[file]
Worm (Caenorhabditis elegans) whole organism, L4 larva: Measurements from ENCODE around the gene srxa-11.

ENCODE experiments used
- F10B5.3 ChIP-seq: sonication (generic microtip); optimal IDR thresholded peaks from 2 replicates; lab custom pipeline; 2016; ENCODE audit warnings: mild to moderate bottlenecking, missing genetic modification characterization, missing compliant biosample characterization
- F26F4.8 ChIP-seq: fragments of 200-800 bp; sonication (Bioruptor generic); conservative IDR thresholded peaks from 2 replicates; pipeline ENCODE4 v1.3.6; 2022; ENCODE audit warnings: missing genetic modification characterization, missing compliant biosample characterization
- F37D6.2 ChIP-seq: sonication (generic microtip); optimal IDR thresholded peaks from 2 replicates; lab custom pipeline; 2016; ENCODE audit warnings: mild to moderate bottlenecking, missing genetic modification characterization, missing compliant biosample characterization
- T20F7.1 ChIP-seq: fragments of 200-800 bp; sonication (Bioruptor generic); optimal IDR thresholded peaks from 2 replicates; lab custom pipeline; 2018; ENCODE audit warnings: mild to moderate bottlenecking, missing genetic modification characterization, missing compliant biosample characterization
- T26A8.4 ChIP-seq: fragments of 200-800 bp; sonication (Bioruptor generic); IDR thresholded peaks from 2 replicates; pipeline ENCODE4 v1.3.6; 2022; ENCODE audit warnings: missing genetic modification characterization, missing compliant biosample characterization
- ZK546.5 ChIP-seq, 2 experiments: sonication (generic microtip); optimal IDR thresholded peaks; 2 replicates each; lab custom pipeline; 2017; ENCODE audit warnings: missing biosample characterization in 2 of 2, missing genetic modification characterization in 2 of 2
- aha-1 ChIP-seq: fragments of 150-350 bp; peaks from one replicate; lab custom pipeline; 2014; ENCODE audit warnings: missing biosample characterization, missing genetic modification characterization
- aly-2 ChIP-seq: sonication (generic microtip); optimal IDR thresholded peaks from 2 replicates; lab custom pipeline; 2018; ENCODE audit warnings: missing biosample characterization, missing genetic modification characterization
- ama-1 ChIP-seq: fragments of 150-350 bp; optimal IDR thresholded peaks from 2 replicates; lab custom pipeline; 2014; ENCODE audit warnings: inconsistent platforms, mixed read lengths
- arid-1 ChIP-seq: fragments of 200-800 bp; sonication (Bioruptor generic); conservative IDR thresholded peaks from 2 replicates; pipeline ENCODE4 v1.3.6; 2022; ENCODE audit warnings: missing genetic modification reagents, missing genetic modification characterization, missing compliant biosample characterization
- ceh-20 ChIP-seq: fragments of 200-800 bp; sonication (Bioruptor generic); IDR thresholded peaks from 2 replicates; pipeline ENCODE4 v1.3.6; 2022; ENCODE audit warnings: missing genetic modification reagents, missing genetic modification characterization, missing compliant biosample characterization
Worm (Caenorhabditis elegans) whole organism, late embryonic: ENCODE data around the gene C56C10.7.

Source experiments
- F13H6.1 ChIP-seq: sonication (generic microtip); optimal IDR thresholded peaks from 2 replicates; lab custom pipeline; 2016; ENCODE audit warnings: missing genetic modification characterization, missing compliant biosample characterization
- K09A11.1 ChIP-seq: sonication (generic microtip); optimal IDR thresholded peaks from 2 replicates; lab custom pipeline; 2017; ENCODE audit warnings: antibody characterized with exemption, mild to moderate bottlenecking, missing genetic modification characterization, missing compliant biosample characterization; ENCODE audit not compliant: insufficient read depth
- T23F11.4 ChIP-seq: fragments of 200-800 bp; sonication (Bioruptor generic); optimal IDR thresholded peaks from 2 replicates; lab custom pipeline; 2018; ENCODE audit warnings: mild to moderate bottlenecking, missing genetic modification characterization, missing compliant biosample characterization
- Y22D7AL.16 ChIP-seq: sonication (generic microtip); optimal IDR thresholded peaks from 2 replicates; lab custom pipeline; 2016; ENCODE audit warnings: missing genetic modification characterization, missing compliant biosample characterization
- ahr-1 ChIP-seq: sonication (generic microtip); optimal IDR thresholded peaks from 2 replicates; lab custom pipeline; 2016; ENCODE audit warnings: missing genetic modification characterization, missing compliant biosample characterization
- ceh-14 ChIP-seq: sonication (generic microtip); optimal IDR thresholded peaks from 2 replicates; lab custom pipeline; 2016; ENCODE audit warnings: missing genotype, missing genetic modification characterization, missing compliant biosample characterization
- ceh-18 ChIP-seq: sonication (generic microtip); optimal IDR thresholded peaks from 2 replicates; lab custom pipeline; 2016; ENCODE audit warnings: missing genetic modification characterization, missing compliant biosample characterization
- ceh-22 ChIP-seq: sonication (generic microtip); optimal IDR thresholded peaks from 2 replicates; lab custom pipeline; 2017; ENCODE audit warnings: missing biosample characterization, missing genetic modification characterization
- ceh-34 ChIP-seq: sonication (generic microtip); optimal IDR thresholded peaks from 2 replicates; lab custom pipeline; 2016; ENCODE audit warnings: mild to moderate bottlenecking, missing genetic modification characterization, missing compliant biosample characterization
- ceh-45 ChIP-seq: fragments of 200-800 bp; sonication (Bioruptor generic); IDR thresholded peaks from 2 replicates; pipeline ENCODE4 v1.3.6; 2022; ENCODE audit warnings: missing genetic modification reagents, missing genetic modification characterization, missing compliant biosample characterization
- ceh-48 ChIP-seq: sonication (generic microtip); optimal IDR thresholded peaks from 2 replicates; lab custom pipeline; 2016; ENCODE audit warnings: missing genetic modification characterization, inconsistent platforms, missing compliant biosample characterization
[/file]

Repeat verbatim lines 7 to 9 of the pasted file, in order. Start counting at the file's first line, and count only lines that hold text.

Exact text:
- T26A8.4 ChIP-seq: fragments of 200-800 bp; sonication (Bioruptor generic); IDR thresholded peaks from 2 replicates; pipeline ENCODE4 v1.3.6; 2022; ENCODE audit warnings: missing genetic modification characterization, missing compliant biosample characterization
- ZK546.5 ChIP-seq, 2 experiments: sonication (generic microtip); optimal IDR thresholded peaks; 2 replicates each; lab custom pipeline; 2017; ENCODE audit warnings: missing biosample characterization in 2 of 2, missing genetic modification characterization in 2 of 2
- aha-1 ChIP-seq: fragments of 150-350 bp; peaks from one replicate; lab custom pipeline; 2014; ENCODE audit warnings: missing biosample characterization, missing genetic modification characterization